The veins in my hands are like silky cords of blue-green.  I still can’t get used to these aged hands dangling on my wrists.  Between my fingers the skin is raspy, dried out from chemicals I use to wash clothes and clean dishes.  I’d slather my hands with lotion but what is the point when I will scrub them clean again in a few minutes?

My fingernails are short, practical, ragged around the cuticles.  They suffer from neglect, from dishwater and digging weeds and idle picking while I’m watching television.  My skin is loosening, bunching at the knuckles, criss-crossed with lines like a crazy map showing where I’ve been.

My hands show signs of overuse.  They’re getting old, which seems impossible since I am still the same inside.  My ragged hands betray my age and make me wonder why women abandoned the fashion of wearing dainty gloves in public.  I have no time for manicures, nor would the gloss of painted nails survive the ravages of my daily life.

Two of my grandfather were each missing fingers.  My Grandpa Johnson cut his index finger off with a saw while he was building a church.  I have no idea how my Grandpa Martin lost his finger . . . he fought in World War II, but I suspect that his missing digit cannot be attributed to that historical event.  I need to ask, to settle the mystery of his missing finger.  (I used to think that grandfathers all had one finger missing, as if it were a requirement.)

(Seriously, I have no point to these rambling post about my hands . . . but I had to write it because I am so distracted by the prominent veins on my right hand.  When did my hands get this old?) 

13 thoughts on “Distraction

  1. I still remember a couple years ago when my sister and I put our hands together to compare our summer tans. My 12-years-younger-than-me sister. We both looked at both of our hands in shock at the difference.


    So, yeah, I can relate.

    I’m still in my 30’s.

    For 39 more days.

    (Not that I’m counting.)



  2. I remember well when I first noticed that looking down examining my face in a mirror, my face was falling forward. That is a very disturbing sight.

    But tomorrow I turn 49 and I’d rather do that with wrinkles and gravity setting in than not. At least I’m thinner! : – )


  3. Funny you should mention hands. Katie was looking at my hands last night. That small act reminded me of looking at my own Mom’s hands. The backs of my hands were so smooth, in my Mom’s hands I could see blue veins, tendons, wrinkles, smoothness – LIFE. My hands showed no wrinkles, veins or tendons.

    I have my Mother’s hands now, and Katies hands are nearly as smooth as a babes.

    It all goes by too quickly.


  4. I used to play with a prominent vein in the back of my mother’s hand and couldn’t figure out why it bothered her when I did it.


  5. I look at my hands and see my mother’s hands and it gives me comfort. I used to love watching her work — wiping dishes, caring for younger children, mixing a big batch of dough like it was whipped cream. Her hands were so strong and skilled. Now, I catch myself wringing out a dishrag or sewing on a button, and I see her hands and I feel that I have those gifts, too.


  6. Eeesh…I’m with you. It’s always a little bit of a shock to me to look at my hands. Now that my kids are grown up, I can pamper them more…I try to keep my nails polished and get semi-regular manicures, and I frequently slather them with lotion. But I love to feel my 20-year-old daughter’s silky hands, and wonder if mine ever looked and felt like that. Ahh…youth is wasted on the young, isn’t it?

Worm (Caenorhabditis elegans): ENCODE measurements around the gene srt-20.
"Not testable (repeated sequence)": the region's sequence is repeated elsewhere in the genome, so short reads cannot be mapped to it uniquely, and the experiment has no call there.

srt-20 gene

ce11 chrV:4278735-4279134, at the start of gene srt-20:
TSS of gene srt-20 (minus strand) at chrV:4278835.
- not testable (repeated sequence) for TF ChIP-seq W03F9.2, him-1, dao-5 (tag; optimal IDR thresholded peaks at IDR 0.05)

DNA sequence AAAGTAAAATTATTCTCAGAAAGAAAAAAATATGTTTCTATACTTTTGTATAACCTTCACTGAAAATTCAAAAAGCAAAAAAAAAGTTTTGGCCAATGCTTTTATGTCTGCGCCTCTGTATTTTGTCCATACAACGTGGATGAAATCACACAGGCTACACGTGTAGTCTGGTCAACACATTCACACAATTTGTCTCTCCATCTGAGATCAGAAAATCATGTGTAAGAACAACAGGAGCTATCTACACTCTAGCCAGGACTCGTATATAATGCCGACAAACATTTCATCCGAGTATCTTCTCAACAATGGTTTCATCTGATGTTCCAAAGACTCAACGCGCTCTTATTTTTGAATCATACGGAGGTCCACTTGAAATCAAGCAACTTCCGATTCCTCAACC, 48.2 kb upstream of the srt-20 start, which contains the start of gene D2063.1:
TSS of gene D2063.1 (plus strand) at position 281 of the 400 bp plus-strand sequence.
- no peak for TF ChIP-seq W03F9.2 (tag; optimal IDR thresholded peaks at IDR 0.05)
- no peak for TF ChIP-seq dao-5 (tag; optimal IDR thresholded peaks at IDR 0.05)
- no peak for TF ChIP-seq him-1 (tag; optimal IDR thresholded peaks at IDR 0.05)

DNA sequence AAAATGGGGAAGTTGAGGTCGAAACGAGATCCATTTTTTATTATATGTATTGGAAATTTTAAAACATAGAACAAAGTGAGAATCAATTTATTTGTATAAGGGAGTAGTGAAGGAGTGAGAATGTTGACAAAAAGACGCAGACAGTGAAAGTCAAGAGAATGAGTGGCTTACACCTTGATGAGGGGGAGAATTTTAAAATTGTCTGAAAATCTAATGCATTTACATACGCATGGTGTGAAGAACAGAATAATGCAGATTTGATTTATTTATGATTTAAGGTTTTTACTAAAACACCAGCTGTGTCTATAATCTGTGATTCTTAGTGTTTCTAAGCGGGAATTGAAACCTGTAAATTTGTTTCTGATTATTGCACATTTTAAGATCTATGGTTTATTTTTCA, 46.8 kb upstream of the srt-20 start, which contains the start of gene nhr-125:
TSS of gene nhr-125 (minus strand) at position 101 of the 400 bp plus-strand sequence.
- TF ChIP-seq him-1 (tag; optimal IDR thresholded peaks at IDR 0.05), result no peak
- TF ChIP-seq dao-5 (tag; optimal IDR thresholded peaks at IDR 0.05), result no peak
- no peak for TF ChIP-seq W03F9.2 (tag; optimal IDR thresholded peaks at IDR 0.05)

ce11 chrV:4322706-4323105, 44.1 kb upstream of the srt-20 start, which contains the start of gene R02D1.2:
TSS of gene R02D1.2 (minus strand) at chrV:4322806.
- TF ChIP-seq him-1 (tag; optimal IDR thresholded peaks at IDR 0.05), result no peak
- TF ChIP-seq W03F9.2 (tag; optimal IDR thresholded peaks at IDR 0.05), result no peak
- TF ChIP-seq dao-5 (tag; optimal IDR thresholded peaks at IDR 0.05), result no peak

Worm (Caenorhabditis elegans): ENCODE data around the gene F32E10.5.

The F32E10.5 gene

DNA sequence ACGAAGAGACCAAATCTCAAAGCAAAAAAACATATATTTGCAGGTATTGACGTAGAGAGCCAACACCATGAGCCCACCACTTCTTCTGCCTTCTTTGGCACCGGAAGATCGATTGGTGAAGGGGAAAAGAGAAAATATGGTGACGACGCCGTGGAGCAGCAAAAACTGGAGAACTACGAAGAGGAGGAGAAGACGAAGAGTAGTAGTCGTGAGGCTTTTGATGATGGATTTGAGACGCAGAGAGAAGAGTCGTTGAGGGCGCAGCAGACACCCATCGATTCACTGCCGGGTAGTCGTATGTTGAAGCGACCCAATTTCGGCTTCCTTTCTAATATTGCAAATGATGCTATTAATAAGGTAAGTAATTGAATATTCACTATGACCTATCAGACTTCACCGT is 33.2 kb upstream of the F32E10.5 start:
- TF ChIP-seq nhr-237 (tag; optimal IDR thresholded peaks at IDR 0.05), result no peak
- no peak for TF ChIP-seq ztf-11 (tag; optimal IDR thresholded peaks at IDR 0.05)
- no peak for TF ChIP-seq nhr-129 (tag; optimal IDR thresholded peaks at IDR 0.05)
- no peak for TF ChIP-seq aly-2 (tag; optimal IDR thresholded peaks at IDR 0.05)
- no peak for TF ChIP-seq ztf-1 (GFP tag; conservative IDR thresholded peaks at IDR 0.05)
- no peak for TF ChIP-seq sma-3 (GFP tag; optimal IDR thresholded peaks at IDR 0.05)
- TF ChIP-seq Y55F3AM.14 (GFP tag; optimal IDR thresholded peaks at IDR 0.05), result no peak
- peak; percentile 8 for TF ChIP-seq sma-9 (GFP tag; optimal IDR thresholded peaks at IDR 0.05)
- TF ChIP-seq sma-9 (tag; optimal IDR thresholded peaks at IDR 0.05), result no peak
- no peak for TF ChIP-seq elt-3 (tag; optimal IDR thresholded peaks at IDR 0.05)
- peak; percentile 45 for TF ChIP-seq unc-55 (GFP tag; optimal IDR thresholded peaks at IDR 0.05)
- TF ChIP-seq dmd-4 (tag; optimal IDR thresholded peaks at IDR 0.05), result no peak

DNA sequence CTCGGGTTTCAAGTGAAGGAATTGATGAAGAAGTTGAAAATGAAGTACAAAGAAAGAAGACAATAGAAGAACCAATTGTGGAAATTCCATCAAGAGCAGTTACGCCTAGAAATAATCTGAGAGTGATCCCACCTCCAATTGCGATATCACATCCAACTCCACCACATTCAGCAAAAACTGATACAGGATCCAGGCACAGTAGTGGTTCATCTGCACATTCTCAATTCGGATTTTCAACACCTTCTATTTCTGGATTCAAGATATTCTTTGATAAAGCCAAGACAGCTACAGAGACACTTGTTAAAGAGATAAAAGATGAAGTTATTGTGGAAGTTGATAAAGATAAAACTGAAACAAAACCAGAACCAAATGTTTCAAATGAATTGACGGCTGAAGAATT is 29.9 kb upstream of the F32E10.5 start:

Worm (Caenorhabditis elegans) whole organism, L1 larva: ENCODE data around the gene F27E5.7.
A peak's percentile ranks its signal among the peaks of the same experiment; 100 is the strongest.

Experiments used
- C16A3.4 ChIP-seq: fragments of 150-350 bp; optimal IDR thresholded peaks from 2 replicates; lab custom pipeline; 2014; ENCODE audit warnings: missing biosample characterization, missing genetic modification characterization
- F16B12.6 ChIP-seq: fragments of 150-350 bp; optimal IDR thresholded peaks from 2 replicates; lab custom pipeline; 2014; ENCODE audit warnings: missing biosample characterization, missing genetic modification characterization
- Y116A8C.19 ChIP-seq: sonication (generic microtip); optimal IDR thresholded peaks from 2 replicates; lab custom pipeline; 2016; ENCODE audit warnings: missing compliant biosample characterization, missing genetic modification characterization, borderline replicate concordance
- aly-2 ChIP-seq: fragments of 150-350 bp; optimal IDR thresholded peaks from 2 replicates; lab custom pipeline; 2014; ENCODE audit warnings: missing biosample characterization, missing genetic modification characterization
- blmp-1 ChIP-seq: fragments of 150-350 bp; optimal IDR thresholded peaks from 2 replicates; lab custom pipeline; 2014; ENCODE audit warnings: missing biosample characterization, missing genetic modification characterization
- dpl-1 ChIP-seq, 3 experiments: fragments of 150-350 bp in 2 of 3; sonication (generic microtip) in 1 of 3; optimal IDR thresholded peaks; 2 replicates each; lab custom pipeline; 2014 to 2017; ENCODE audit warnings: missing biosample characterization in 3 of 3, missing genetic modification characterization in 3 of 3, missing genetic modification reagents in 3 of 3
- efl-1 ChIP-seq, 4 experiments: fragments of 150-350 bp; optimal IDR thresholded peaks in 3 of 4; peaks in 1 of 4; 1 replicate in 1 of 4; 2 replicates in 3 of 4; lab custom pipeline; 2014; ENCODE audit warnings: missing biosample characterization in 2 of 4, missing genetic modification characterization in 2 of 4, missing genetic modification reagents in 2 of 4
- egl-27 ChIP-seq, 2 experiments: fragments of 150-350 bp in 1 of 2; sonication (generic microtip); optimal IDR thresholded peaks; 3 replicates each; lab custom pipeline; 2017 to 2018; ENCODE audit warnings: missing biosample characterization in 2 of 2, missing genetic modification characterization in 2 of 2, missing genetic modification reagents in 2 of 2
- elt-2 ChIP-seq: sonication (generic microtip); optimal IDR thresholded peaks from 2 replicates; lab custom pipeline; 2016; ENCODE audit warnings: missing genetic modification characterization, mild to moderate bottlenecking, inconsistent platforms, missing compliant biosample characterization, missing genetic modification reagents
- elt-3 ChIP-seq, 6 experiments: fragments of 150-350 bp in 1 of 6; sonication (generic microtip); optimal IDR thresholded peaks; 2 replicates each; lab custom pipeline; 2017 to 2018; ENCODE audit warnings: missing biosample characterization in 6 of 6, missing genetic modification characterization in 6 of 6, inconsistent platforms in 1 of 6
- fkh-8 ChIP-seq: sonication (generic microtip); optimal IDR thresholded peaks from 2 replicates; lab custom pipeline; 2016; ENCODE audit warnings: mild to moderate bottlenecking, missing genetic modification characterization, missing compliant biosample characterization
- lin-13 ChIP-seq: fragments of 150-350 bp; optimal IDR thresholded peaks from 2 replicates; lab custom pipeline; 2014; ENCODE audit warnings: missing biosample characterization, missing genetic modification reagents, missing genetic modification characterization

7. I actually began wearing rubber gloves when I do dishes, clean the kitchen, etc. Such an old lady habit – but I think my hands look nicer as a result. I remember looking at my grandma’s hands – she raised 8 kids by herself (her husband died when her oldest was 11) – and she told me they looked that way (the veins especially) because of her hard work.

    Great post.


  8. My husband’s grandfather was missing a finger. Railroad accident. My husband said one of the grandchildrens’ favorite things to do was ask their granddad how he lost his finger because he always told them a different, wacky, hysterical story each time.

    I remember those old Palmolive commercials which touted prevention of “dishpan hands”. Liars!


  9. I’ve been noticing my own hands lately. And also the area around my eyes. And wondering how a 25 year old can possibly look like this.


  10. I thought it serendipitous that you posted about hands today also. I looked at my hands this weekend (don’t tell anybody, but I turned 50) and I realized that my hands were my mother’s hands as well. I don’t know when that happened. I can share with you that I found a handcream by Beauticontrol that was developed for nurses, it lasts on your hands for 3 washings. I wish I had known about it when I worked in a hospital, I was constantly washing my hands there. Anyway, my hands have been much softer since then. For a change.


  11. My grandfather lost the tip of one of his middle fingers in a construction accident when he was a young man. My father lost the tip of his right index finger in farm equipment when he was 2 or 3. I used to think all dads were missing a finger.


  12. my mothers hands are a great memory for me. while we would sit and relax on the couch, she let me press on the veins that stuck out. I loved doing that. I loved her hands, her veins and the big ring on her finger.
    The other day I noticed my son pressing on the vein on my hand and it brought a smile to my face. I always say I want to be just like my mama and it looks like, in some areas, i am. I love hands.


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